“Ladies and gentlemen, this is your captain speaking. We have a small problem. All four engines have stopped. We are doing our damnedest to get them under control. I trust you are not in too much distress.

followed by the gem

"He then called out how high they should be at each DME step along the final track to the runway, creating a virtual glide slope for them to follow. It was, in Moody's words, "a bit like negotiating one's way up a badger's arse"."

Comment Sort of how it used to be. (Score 1) 287

You used to be able to click on a link to anything you had listed in music and be able to see anyone else in your network who had also listed the same band/musican in their profile.

Changing things like "Become a fan" to a "like" is relying on people not noticing and cliking Like because their used to doing that on friend's status updates.

Comment Re:At the risk of being flamed to hell (Score 1) 172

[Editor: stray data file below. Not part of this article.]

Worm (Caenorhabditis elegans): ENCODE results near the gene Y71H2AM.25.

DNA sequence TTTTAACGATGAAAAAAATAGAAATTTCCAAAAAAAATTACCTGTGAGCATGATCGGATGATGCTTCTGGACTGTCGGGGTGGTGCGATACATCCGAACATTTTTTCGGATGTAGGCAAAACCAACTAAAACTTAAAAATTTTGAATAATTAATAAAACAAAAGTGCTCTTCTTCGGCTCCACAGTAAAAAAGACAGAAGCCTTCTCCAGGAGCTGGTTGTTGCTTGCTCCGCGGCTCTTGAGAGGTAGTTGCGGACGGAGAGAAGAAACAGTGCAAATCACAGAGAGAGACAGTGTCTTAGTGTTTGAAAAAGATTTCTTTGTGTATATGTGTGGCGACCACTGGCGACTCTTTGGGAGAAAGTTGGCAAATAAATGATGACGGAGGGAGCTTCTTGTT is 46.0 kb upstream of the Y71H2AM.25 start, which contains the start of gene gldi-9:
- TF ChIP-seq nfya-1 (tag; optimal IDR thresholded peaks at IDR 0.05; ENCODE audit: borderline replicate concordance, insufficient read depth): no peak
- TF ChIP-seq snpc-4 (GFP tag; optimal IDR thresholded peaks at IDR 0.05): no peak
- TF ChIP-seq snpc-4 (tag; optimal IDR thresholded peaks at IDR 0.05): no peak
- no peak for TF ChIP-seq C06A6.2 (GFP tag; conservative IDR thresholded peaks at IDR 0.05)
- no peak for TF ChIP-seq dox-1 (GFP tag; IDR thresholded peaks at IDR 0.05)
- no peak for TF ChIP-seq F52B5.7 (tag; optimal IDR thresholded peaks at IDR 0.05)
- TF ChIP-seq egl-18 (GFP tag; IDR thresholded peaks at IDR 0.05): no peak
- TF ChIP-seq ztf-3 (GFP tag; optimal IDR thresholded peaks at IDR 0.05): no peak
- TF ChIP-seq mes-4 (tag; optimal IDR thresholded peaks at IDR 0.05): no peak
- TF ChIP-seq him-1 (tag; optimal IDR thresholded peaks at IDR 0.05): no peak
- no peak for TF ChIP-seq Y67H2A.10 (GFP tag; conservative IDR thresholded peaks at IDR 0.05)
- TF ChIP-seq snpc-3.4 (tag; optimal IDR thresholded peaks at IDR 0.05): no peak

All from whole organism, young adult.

yes, yes and yes.

My current policy is to setup sudo to allow them to use the yum command and that is it. Anything else is asking for trouble. (which is pretty much what the old default in Fedora 12 acheived)

One person I gave the root password and I told him to use yum/the pretty gui to install stuff, 3 days later he had downloaded dozens of random rpms from god knows where. At which point I came along and just typed "yum -y install randomScientificSoftware"

This guy is a pretty high up scientist, so his time isn't cheap and he wasted 3 days on this. He could be doing whatever his specialist field is instead of trying to figure out what is the most difficult way to install software on linux.

If I don't give root passwords, then they'll report to their supervisors saying that the reason they can't do anywork is because I haven't given them a root password.

Comment Re:At the risk of being flamed to hell (Score 1) 172

someone mod this person up now.

I currently have a ticket open requiring the root password because "the user can't do what they want" or something similar. I tried to explain using sudo to them, but this seems beyond them. If i give them the root password it gets written onto a postit note on their monitor.

Comment Func (Score 2, Interesting) 209